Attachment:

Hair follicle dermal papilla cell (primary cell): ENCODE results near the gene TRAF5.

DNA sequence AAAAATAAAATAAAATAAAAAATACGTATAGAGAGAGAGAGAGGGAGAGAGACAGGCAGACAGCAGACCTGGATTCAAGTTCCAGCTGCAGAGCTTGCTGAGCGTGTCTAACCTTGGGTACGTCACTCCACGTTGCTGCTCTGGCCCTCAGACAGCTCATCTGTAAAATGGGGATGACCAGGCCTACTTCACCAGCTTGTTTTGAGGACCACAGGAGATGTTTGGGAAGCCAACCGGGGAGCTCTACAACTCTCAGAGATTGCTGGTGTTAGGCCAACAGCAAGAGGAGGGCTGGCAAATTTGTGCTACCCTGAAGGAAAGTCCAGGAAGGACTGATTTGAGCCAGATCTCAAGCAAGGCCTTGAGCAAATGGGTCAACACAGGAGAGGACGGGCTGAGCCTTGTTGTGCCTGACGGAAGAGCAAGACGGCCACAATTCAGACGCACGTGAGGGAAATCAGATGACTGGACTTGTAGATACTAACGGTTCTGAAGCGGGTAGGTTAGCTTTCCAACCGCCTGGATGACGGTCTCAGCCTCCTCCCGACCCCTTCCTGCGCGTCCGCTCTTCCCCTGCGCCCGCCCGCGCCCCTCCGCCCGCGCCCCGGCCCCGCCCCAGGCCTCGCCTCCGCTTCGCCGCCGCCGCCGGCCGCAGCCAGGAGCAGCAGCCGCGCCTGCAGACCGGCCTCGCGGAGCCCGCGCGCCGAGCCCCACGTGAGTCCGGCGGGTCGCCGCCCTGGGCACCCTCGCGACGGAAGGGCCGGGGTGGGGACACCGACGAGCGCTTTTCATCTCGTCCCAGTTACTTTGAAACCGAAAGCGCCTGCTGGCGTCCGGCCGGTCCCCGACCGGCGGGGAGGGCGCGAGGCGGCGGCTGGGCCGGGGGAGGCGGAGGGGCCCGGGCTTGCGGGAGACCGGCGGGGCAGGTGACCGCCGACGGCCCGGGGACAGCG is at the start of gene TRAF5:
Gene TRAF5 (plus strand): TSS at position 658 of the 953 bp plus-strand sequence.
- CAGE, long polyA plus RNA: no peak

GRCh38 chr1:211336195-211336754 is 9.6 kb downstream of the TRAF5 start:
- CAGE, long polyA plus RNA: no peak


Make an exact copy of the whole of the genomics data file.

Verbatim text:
Hair follicle dermal papilla cell (primary cell): ENCODE results near the gene TRAF5.

DNA sequence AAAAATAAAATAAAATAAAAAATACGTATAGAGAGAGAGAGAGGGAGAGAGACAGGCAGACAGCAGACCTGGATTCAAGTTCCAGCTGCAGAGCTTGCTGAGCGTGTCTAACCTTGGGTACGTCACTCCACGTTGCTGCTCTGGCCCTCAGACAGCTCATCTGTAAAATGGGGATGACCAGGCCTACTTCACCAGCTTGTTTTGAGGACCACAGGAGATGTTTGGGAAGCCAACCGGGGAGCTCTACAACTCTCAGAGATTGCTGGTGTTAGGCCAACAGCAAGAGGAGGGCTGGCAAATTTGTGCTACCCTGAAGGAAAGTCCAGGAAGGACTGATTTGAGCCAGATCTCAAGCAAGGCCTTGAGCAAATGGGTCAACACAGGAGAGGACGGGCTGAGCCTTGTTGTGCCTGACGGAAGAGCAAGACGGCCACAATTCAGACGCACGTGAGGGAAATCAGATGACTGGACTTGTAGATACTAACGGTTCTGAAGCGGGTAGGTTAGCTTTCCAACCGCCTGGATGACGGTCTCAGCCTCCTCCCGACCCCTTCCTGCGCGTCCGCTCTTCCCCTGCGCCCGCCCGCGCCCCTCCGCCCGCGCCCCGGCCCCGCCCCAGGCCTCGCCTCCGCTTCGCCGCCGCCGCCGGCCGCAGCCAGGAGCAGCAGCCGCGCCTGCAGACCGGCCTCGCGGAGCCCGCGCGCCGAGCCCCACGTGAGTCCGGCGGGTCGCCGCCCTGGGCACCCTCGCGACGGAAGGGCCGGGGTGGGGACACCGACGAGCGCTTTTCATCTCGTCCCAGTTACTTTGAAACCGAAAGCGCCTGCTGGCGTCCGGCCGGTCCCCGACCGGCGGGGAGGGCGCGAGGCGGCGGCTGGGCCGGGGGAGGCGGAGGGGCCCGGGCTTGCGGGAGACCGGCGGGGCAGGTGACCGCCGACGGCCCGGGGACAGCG is at the start of gene TRAF5:
Gene TRAF5 (plus strand): TSS at position 658 of the 953 bp plus-strand sequence.
- CAGE, long polyA plus RNA: no peak

GRCh38 chr1:211336195-211336754 is 9.6 kb downstream of the TRAF5 start:
- CAGE, long polyA plus RNA: no peak